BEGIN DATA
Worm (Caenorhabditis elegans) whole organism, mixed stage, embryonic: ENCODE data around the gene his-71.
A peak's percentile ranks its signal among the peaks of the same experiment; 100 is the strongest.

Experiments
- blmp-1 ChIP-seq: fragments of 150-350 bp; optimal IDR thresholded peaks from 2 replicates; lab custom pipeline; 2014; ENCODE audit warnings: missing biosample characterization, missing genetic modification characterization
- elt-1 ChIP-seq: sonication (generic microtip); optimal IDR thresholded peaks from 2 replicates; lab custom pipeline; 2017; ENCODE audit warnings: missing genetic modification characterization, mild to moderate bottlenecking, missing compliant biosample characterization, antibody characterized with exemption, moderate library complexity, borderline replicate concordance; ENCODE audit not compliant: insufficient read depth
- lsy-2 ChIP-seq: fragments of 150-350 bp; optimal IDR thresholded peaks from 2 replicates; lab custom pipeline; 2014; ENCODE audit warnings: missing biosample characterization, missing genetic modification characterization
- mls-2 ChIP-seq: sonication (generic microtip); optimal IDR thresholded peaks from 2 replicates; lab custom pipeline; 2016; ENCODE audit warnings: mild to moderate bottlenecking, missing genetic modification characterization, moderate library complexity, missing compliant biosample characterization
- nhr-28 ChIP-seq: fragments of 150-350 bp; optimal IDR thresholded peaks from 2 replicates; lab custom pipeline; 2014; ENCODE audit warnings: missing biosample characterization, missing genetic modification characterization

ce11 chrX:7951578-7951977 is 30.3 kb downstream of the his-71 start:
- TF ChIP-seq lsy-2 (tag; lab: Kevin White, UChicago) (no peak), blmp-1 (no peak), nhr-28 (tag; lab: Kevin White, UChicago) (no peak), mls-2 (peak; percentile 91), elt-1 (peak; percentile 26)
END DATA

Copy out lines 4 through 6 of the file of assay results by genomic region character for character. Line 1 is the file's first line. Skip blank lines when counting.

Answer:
- blmp-1 ChIP-seq: fragments of 150-350 bp; optimal IDR thresholded peaks from 2 replicates; lab custom pipeline; 2014; ENCODE audit warnings: missing biosample characterization, missing genetic modification characterization
- elt-1 ChIP-seq: sonication (generic microtip); optimal IDR thresholded peaks from 2 replicates; lab custom pipeline; 2017; ENCODE audit warnings: missing genetic modification characterization, mild to moderate bottlenecking, missing compliant biosample characterization, antibody characterized with exemption, moderate library complexity, borderline replicate concordance; ENCODE audit not compliant: insufficient read depth
- lsy-2 ChIP-seq: fragments of 150-350 bp; optimal IDR thresholded peaks from 2 replicates; lab custom pipeline; 2014; ENCODE audit warnings: missing biosample characterization, missing genetic modification characterization